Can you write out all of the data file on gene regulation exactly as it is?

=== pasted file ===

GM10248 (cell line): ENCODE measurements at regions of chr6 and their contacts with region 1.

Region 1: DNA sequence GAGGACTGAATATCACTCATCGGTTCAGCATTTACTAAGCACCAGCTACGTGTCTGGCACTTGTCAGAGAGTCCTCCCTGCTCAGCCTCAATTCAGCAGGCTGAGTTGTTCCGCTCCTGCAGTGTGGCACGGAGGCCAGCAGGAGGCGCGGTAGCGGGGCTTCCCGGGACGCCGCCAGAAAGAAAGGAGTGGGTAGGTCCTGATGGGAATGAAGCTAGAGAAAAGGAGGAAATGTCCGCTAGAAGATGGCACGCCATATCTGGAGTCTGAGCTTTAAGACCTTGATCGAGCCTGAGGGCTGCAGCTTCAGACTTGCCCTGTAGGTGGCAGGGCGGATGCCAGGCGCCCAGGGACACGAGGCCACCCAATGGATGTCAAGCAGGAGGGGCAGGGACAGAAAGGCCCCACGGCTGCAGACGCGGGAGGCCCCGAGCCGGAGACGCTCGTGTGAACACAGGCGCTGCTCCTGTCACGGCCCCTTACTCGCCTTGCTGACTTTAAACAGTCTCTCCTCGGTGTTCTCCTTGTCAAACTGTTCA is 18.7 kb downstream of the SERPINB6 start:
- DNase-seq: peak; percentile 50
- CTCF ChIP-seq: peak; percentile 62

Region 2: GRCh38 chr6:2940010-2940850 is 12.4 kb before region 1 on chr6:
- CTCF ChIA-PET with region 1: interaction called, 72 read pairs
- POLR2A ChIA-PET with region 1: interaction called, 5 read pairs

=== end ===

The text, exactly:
GM10248 (cell line): ENCODE measurements at regions of chr6 and their contacts with region 1.

Region 1: DNA sequence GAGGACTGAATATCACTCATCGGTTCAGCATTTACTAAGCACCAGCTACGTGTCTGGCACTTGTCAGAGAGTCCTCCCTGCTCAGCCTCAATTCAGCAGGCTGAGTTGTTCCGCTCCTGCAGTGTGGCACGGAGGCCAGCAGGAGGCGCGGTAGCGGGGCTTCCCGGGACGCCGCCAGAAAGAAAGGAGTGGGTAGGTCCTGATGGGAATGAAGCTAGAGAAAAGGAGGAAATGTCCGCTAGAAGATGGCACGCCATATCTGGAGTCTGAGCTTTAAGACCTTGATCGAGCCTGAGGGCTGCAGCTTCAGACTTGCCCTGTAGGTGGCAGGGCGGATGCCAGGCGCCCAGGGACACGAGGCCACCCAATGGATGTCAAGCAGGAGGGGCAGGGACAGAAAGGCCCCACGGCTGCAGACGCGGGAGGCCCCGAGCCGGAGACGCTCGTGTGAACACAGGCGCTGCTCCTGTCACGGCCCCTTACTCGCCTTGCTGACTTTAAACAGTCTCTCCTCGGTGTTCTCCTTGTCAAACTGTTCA is 18.7 kb downstream of the SERPINB6 start:
- DNase-seq: peak; percentile 50
- CTCF ChIP-seq: peak; percentile 62

Region 2: GRCh38 chr6:2940010-2940850 is 12.4 kb before region 1 on chr6:
- CTCF ChIA-PET with region 1: interaction called, 72 read pairs
- POLR2A ChIA-PET with region 1: interaction called, 5 read pairs